Posted on Friday, September 9, 2011
by Jessica Drun
A weekly compilation of underreported events in Asia
Chinese officials stated that the yuan will be fully convertible by 2015, according to E.U. business executives who met with the delegation. This was revealed soon after China pledged its commitment to create an offshore yuan market in London.
The South Korean defense ministry reported North Korea has been developing GPS jammers and electromagnetic pulse bombs, capable of disrupting communication networks. Further investigation found that the DPRK has been using these devices on South Korean GPS systems and even on a U.S. military aircraft.
The Indian government plans to tackle its trade imbalance with China by calling for an action plan that aims to draw in Chinese investment while increasing tariffs and raising trade barriers.
A U.S. delegation led by Derek Mitchell—U.S. special envoy to Burma— makes its first visit to Naypyidaw to meet with the newly-formed government and democratic leader Aung San Suu Kyi. Mitchell will raise the issue of the country’s poor human rights record to Burmese leaders.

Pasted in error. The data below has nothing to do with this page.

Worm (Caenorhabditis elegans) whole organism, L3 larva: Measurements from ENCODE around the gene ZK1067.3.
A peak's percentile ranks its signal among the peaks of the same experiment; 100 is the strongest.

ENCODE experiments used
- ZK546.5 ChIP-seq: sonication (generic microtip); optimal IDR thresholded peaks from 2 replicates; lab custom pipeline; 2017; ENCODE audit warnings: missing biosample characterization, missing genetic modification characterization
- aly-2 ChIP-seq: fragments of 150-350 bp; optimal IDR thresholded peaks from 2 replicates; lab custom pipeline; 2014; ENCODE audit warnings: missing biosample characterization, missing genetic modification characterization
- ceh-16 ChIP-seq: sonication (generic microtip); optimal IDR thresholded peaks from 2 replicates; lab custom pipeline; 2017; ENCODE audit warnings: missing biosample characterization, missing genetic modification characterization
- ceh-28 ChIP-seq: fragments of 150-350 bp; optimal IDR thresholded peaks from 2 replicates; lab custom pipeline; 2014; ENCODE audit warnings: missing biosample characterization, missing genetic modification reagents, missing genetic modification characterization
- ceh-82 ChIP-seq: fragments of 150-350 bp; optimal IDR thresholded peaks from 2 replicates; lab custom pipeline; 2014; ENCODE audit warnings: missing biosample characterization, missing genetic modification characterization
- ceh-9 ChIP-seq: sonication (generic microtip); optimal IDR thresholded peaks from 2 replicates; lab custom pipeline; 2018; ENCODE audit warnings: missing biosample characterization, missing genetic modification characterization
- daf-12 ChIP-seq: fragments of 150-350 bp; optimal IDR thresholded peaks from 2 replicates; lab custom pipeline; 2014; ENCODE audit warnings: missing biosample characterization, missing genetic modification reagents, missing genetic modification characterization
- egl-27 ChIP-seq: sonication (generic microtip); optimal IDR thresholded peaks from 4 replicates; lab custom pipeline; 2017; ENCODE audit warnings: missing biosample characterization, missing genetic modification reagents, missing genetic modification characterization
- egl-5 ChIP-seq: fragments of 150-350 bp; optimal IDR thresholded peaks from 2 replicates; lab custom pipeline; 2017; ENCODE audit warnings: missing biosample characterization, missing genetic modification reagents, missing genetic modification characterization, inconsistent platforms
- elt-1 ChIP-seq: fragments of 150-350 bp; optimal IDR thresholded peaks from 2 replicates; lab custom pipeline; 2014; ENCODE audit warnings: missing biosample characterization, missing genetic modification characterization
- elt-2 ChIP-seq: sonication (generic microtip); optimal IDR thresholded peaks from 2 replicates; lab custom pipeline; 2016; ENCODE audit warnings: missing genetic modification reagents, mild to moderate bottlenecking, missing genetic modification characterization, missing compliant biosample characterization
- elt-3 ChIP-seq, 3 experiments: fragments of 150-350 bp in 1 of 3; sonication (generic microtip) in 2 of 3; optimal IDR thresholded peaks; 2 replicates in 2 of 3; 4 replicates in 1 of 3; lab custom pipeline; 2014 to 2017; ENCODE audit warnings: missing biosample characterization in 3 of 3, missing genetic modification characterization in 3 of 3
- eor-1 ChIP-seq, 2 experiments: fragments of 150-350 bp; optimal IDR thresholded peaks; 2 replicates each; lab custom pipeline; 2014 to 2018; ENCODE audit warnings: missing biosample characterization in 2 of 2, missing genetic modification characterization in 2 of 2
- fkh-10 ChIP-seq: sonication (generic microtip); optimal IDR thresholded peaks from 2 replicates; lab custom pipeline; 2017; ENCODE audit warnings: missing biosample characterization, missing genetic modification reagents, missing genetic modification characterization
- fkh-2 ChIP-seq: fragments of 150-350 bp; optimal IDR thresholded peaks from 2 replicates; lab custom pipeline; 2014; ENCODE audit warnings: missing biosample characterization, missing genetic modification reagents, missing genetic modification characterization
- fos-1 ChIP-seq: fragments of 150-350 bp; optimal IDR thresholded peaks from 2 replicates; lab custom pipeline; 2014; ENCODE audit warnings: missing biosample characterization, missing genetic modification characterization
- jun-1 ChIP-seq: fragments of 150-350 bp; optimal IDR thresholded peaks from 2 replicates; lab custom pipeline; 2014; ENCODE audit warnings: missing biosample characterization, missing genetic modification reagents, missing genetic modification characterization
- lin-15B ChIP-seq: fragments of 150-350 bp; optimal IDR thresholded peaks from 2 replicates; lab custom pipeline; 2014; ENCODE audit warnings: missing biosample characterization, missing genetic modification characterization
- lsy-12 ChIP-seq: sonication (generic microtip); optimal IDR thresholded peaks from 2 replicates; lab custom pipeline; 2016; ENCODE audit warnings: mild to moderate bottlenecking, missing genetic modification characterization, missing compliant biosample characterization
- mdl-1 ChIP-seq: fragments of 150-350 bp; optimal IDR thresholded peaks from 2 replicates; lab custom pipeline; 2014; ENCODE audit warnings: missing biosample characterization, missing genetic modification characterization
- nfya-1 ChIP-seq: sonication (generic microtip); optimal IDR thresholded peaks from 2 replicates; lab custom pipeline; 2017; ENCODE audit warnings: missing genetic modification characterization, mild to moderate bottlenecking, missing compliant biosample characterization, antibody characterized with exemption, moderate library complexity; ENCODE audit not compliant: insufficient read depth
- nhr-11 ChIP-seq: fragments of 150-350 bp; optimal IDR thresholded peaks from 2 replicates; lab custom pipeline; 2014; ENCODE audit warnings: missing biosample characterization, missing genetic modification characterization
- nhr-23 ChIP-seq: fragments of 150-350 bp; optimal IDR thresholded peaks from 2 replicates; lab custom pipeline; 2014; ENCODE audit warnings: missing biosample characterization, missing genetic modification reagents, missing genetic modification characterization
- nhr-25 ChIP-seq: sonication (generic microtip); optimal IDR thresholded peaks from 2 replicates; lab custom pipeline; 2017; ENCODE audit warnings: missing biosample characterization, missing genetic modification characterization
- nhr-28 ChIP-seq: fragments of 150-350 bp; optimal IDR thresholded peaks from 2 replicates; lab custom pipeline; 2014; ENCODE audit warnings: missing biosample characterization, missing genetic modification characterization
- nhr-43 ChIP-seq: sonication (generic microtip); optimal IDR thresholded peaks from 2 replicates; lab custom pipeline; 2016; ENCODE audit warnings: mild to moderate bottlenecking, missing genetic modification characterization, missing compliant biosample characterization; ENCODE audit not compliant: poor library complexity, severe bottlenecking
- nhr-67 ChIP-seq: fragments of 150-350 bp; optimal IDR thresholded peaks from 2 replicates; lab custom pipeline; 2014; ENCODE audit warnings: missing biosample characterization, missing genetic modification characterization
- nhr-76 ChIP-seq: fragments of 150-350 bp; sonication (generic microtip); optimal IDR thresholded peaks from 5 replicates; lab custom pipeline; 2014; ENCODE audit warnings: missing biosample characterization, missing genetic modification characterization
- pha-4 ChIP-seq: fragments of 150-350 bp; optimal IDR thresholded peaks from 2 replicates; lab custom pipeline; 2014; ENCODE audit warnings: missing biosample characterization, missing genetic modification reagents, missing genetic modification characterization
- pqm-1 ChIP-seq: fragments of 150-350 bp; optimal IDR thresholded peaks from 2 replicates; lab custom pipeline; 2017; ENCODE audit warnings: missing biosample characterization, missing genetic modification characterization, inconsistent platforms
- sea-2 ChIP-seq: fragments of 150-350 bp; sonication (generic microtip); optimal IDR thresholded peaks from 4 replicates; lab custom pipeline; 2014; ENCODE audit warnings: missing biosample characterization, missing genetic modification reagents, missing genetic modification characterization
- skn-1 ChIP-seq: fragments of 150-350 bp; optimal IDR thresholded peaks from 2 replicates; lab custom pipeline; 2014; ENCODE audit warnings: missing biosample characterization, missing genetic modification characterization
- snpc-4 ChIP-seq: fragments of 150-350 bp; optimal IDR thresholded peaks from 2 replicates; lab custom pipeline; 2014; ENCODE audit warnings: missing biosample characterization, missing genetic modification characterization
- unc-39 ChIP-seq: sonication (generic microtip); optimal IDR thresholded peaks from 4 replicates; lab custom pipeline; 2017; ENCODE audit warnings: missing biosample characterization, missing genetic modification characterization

Despite the ongoing tension over territorial disputes, the Philippines and China are moving forward with cooperation in oil exploration ventures in the Spratly Islands. The initiative is headed by Sino Petroleum with the approval of the Philippine government and will be conducted under its bylaws.
Violence continues in the southern provinces of Thailand as Islamist separatists target moderate Muslims, Buddhist monks, and government supporters. Their goals are unclear; though analysts believe the guerillas are vying for control of the region’s rubber plantations and aiming to set up sharia law.
The Democratic Progressive Party’s presidential candidate, Tsai Ing-wen has chosen Su Jia-chyuan, as her running mate. Su is expected to help garner critical votes from central Taiwan.
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